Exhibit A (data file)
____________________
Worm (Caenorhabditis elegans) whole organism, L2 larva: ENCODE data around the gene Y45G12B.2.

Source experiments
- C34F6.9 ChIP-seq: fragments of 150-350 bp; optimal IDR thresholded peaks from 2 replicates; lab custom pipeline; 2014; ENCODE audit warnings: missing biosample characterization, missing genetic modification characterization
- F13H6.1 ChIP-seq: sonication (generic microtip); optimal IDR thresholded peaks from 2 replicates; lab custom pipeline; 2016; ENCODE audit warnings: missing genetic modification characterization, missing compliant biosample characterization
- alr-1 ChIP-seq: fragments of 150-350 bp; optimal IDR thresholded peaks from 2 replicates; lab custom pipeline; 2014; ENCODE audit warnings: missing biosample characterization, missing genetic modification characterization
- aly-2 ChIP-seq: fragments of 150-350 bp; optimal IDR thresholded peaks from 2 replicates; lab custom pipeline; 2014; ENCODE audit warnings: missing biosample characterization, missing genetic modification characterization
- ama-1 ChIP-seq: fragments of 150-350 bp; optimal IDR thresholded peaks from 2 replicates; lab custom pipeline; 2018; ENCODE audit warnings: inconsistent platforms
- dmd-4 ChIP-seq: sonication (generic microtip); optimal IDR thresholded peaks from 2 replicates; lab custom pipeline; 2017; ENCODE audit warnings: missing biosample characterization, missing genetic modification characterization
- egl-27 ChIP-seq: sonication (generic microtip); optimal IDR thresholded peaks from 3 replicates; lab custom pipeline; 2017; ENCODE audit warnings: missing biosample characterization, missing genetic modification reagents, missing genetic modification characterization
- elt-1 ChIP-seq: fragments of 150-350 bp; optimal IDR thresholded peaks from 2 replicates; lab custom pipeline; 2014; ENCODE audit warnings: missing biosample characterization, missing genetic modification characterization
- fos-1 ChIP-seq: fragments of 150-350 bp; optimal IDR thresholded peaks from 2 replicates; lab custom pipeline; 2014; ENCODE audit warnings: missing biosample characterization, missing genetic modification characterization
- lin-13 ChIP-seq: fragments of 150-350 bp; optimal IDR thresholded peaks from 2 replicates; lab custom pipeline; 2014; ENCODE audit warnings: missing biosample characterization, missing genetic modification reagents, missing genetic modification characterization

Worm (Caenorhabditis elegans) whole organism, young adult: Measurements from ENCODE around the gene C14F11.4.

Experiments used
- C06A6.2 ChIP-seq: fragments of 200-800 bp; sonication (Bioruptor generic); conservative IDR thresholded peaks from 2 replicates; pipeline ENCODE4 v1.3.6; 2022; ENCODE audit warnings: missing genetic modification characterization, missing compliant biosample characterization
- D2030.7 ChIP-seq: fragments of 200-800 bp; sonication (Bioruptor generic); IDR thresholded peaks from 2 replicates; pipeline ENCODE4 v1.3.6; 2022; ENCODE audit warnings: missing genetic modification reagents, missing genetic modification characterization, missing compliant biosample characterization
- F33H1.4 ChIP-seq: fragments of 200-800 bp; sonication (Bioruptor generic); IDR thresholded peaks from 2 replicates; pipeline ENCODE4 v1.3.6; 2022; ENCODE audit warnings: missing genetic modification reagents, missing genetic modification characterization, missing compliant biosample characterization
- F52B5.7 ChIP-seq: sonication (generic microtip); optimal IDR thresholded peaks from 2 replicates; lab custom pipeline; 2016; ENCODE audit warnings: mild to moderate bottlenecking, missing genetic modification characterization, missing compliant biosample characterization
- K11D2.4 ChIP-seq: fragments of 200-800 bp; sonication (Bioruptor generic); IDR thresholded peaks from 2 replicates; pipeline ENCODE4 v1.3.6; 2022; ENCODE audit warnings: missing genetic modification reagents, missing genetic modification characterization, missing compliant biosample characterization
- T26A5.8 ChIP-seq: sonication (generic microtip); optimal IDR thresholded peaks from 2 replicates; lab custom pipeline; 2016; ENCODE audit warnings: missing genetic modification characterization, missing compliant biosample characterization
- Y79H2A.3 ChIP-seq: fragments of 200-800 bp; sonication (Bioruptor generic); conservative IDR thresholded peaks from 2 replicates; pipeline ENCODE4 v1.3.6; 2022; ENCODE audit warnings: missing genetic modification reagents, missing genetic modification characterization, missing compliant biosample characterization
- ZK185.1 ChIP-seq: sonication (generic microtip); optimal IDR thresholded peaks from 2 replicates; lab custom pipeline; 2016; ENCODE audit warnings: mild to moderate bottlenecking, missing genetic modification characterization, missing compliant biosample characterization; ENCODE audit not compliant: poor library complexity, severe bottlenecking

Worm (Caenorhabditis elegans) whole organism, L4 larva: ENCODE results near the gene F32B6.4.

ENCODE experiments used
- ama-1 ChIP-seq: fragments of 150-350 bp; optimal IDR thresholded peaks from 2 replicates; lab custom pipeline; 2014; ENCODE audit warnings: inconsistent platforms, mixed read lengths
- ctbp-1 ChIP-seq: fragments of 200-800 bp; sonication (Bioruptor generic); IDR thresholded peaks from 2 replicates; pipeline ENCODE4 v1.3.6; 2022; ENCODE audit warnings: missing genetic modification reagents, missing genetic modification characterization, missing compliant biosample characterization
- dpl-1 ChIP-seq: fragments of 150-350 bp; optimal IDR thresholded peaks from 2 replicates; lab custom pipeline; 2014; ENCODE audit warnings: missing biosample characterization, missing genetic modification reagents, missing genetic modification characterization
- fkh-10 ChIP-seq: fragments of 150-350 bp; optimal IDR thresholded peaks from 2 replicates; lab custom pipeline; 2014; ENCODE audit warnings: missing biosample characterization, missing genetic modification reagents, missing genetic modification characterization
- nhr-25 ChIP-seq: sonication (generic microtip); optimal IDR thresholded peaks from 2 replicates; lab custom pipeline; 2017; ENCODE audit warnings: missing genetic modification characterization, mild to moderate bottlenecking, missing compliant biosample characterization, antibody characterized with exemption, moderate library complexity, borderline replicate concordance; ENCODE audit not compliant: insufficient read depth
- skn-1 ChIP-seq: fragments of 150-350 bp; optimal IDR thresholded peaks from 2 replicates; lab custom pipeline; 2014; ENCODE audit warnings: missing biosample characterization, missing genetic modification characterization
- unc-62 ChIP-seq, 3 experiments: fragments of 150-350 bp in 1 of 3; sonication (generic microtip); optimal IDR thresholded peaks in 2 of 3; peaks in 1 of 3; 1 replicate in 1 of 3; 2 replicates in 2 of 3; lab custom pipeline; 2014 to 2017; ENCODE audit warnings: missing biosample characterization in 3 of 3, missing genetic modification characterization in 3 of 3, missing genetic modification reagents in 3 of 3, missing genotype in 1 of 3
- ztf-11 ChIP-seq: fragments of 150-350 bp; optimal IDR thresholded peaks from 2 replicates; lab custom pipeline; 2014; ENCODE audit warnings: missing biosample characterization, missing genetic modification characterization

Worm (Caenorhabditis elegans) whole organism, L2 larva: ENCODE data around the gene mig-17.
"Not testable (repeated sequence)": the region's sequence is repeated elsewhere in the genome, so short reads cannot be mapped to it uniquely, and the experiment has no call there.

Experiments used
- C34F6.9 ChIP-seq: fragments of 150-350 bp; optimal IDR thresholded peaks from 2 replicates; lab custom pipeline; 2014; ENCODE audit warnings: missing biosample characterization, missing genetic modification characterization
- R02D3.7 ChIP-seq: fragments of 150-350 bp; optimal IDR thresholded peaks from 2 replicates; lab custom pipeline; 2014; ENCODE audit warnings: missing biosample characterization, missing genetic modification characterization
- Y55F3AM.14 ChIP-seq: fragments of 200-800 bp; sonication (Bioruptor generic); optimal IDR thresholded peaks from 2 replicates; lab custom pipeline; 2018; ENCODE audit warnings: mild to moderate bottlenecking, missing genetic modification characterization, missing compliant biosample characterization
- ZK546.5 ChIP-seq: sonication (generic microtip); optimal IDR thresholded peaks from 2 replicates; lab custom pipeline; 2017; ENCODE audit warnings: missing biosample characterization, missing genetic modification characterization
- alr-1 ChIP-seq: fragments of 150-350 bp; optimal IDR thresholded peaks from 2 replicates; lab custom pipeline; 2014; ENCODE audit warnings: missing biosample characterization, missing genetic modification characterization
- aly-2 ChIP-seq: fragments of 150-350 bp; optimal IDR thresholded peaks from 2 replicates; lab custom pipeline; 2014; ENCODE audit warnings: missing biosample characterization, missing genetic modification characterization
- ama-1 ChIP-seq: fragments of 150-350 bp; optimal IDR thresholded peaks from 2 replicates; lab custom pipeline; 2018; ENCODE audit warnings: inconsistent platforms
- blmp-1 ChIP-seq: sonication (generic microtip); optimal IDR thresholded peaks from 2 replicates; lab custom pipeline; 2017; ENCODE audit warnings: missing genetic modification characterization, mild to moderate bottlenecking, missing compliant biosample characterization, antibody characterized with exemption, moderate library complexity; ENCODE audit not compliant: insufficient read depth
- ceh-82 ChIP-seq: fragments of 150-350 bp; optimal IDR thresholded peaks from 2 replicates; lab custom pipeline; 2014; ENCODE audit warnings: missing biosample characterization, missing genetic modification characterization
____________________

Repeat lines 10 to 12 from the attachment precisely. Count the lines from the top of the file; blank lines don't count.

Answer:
- elt-1 ChIP-seq: fragments of 150-350 bp; optimal IDR thresholded peaks from 2 replicates; lab custom pipeline; 2014; ENCODE audit warnings: missing biosample characterization, missing genetic modification characterization
- fos-1 ChIP-seq: fragments of 150-350 bp; optimal IDR thresholded peaks from 2 replicates; lab custom pipeline; 2014; ENCODE audit warnings: missing biosample characterization, missing genetic modification characterization
- lin-13 ChIP-seq: fragments of 150-350 bp; optimal IDR thresholded peaks from 2 replicates; lab custom pipeline; 2014; ENCODE audit warnings: missing biosample characterization, missing genetic modification reagents, missing genetic modification characterization